Arc Routing pp 171-196 | Cite as

# Chinese Postman and Euler Tour Problems in Bi-Directed Graphs

## Abstract

Euler tours occupy an interesting position in the history of graph theory. Current interest in this area is due to problems involving tours where service is required along arcs of the tour rather than at nodes. Examples of problems of this type involve mail delivery, snow removal, street cleaning, trash pickup, etc. In considering such problems involving city streets, the nodes are intersections and the arcs are roadways between intersections. However, there are one-way streets and two-way streets. If the service must be done on both sides of a two-way street then two one-way streets (one in each direction) can replace it. However, there are situations where the street, even though two-way, need only be traversed once. For example, mail delivery in a more rural or suburban setting may require traversing the street or road only once. In a rural road, mail delivery is frequently done on one side of the road, and those who live on the other side must cross the road to get their mail. In setting up the routes, though, the road could be traversed in either direction. Thus, we consider graphs with two types of connections: directed and undirected. Other postman problems [14] have been considered.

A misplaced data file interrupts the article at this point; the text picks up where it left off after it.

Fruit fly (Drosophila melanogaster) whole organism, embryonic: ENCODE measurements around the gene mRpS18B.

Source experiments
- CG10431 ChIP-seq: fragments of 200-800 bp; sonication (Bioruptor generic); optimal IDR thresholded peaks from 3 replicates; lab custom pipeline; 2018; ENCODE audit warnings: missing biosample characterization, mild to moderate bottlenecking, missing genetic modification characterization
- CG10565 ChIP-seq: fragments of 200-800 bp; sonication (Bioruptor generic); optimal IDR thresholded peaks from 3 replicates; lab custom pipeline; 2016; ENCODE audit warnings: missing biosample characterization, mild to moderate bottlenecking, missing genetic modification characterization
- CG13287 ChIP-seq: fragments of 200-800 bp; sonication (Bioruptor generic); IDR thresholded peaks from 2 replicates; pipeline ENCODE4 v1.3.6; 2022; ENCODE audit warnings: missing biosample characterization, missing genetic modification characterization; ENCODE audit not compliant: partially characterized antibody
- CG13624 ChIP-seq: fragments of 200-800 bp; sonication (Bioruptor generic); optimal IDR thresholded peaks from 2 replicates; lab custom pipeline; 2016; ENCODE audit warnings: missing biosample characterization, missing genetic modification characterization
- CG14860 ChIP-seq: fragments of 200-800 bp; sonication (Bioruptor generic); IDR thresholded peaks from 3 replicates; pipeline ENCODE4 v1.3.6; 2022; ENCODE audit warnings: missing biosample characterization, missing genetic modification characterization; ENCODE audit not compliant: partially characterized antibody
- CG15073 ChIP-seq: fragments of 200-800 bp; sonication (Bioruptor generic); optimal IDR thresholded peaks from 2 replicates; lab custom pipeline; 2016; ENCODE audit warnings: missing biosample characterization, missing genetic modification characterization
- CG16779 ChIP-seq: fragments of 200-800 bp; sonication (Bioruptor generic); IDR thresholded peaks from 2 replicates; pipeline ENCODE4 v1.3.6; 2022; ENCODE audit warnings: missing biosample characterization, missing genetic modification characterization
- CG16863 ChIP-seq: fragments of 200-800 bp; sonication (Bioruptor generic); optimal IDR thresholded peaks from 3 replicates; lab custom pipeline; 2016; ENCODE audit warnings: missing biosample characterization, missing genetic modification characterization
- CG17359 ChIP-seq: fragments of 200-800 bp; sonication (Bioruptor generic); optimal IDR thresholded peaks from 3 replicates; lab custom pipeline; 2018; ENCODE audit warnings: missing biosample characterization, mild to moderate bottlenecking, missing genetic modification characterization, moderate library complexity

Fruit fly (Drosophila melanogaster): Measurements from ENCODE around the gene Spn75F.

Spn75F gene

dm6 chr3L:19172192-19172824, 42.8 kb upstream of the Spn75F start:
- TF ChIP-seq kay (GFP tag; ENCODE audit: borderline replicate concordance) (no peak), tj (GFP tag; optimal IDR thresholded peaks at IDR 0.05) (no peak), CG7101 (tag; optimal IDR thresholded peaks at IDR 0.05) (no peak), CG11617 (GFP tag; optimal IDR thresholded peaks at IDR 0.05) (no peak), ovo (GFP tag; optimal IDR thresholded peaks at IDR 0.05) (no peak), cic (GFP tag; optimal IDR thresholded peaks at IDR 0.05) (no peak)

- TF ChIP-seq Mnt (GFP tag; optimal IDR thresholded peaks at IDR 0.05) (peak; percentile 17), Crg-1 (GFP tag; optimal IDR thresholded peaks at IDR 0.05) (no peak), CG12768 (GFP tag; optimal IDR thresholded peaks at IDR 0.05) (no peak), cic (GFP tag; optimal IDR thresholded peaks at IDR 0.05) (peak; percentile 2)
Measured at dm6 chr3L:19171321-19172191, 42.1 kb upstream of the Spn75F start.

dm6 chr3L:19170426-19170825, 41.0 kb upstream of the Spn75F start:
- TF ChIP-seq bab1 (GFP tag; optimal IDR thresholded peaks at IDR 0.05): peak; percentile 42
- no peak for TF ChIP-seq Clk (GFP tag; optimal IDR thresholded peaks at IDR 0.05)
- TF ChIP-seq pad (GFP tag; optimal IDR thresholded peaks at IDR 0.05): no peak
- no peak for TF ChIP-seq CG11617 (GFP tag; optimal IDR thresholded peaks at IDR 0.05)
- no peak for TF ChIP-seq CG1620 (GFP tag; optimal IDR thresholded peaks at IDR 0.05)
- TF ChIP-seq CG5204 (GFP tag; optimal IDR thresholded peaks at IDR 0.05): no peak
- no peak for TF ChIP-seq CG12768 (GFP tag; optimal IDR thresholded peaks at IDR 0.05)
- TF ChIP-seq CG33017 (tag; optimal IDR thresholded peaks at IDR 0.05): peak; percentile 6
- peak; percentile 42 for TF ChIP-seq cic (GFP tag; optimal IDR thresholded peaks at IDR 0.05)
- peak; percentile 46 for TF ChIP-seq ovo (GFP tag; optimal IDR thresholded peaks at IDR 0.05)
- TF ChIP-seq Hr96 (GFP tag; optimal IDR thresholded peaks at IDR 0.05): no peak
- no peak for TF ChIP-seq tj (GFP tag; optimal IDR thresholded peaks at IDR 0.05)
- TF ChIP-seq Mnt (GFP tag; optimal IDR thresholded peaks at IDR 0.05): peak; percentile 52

## Keywords

Span Tree Dual Graph Euler Tour Mixed Graph Bipartite Subgraph## Preview

Unable to display preview. Download preview PDF.

## References

- [1]Barnhart, C., N. Boland, L. Clarke, E.L. Johnson, G.L. Nemhauser, R. Shenoi, “Flight String Models for Aircraft Fleeting and Routing”
*Transportation Science*Vol. 32, No. 3, pp. 208–220, August 1998.MATHCrossRefGoogle Scholar - [2]Clarke, L., E.L. Johnson, G.L. Nemhauser, J. Zhu, “The Aircraft Rotation Problem”,
*Annals of Operations Research 69*, pp. 33–46, 1996.CrossRefGoogle Scholar - [3]M. Conforti, G. Cornujols, A. Kapoor and K. Vuskovic, “Perfect, Ideal and Balanced Matrices”, (1996).Google Scholar
- [4]Cornuéjols, G. “Combinatorial Optimization: Packing and Covering”, Lecture Notes, Carrnegie Mellon University, May 1999.Google Scholar
- [5]Cornuéjols, G. and B. Guenin, “On Ideal Binary Clutters and a Conjecture of Seymour”, in preparation.Google Scholar
- [6]Edmonds, J. “The Chinese Postman Problem”,
*Operations Research*13, Suppl. 1, pp. 373, 1965.Google Scholar - [7]Edmonds, J. and E.L. Johnson, “Matching: A Well-Solved Class of Integer Linear Programs”,
*Combinatorial Structures and Their Applications*, proceedings from Calgary, Alberta, Canada, June 1969, pp. 89–92.Google Scholar - [8]Edmonds, J. and R.M. Karp, “Theoretical Improvements in Algorithmic Efficiency for Network Flow Problems”,
*Combinatorial Structures and Their Applications*, proceedings from Calgary, Alberta, Canada, June 1969, pp. 93–96.Google Scholar - [9]Eiselt, H.A. and G. Laporte, “A Historical Perspective on Arc Routing”, this volume.Google Scholar
- [10]Ford, L.R. and D.R. Fulkerson, Flows in Networks, Princeton University Press, Princeton, N.J., 1962.MATHGoogle Scholar